Staying Humble The Hard Way

Lessons in humility I picked up while having a sketchy encounter with a jetty while surfing.
Staying Humble The Hard Way

Maintain humility at all costs.

It’s what makes a successful person inspirational versus insufferable.

The best way to do this is to routinely come face to face with something much larger than yourself.

Something where you have zero chance of coming out ahead and, at best, are tolerated.

For me, there is no better way to come face to face with how cosmically insignificant I am than getting in the ocean.

This past weekend I was surfing in the first bigger swell of the fall season. The surf was about shoulder to head high on set and the swell was coming in from 2 different directions.

It was getting deep and the jetty was quickly becoming invisible but the swell was big enough to punch through and continue to work through the rising tide.

It was early and while I was well rested, I felt a little off. 

Still, I really wanted to get in the water. This past month had been particularly draining and I really needed a reset.

I deserved it.

I chose to paddle out in the middle — not the easiest place to get past breakers of this size on a 7’6” board, but the jetty was quickly disappearing with the high tide and I knew it would be safer.

The rip currents, size of the swell, and the proverbial “cobwebs”  in my arms from a month of not surfing made this paddle particularly challenging. I struggled for about 15 minutes, paddling straight into wave after wave, just trying to make it out into the line-up.

“Fuck it”, I heard myself yell in defeat, after yet another wave crashed over my head. I turned the board around and caught the whitewater back to the beach. I got out and decided to paddle out on the other side of the jetty where there were a few other surfers in the water. 

I ran quickly across the beach trying to avoid the swarm of black flies attacking any exposed skin as well as biting me through my wetsuit. I jumped back in the water to start my paddle out, this time hugging the jetty.

This paddle was much easier, the current was strong but pulling me out and the jetty, although mostly invisible now, provided protection from the set waves.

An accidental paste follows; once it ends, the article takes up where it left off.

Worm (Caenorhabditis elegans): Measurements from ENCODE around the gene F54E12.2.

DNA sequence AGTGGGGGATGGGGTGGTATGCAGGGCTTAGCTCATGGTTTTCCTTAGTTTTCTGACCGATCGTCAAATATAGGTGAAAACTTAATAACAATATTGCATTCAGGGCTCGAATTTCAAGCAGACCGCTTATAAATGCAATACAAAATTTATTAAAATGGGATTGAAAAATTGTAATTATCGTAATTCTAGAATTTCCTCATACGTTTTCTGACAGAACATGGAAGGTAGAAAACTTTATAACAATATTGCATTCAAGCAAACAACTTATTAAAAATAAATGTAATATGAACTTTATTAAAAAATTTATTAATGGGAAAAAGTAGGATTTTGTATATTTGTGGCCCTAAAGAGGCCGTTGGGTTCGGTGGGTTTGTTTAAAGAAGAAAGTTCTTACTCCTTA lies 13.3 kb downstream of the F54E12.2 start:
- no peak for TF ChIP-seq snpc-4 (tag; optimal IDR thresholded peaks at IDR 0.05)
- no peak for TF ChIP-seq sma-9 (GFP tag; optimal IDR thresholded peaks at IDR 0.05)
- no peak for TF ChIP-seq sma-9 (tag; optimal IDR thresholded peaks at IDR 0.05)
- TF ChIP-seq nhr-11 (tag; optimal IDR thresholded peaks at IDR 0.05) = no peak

I quickly made my way out. 

As the next set came in, I started my final paddle to break past it and out into the lineup. Another surfer had taken off on the wave and turned down the line. I slowed my paddle to let him pass versus making myself a speed bump that could potentially injure both of us. 

With the loss of momentum, I couldn’t get past this wave and I had to take it on the head. When I came up I started my paddle back out and tried to get my bearings.

Was I still in front of that ugly brown mansion on the beach or had I drifted?

Did the rip pull me in at all?

Where was the jetty?

It was about that moment I felt something hard and slippery under my feet and it only took me a moment to realize exactly where I was.

I was on the jetty.

The next 30 seconds felt like 3 hours as I prepared for the onslaught of set wave on set wave. The first one picked my board and I up and just as quickly deposited us back on the rocks. I felt my teeth gnash together in tandem with my board crunching under rock.

Was that sand or broken tooth in my mouth?

With the next wave came the pain of being tossed off the side of a cliff and I simultaneous felt throbbing in my left thigh, leg, shin and foot. My right heel had hit something and felt torn open.

I wondered how badly I was bleeding.

As I came up, I quickly collected my thoughts and realized that I had also been deposited close to the other side of the jetty.

Fortunately, there was lull between this wave and the next and I knew I needed to act fast to avoid further injury.

With little grace, I scrambled across the other side of the jetty, hopped on my board and rode the whitewater back into the beach. 

I ran up the sand, dodging the swarm of biting flies and back to my car, refusing to look down at my wounds.

Did I need stitches?

I was firmly convinced some new teeth were in my near future.

My poor board — so beautiful and I most likely just destroyed it.

When I got back to my car, I stripped off my wetsuit and mustered up the courage to inspect my wounds.

I got off easy this time — just scrapes, bruises and a few loose teeth. Somehow my board only took on a minor ding along the rail that would easily be repaired.

I let our a huge sigh of relief as I cleaned up the blood, dried off and drove home, both humbled and grateful that things could have easily taken a much darker turn.

I’ll hobble along for the next few days as I lick my wounds and reflect on my own cosmic insignificance.

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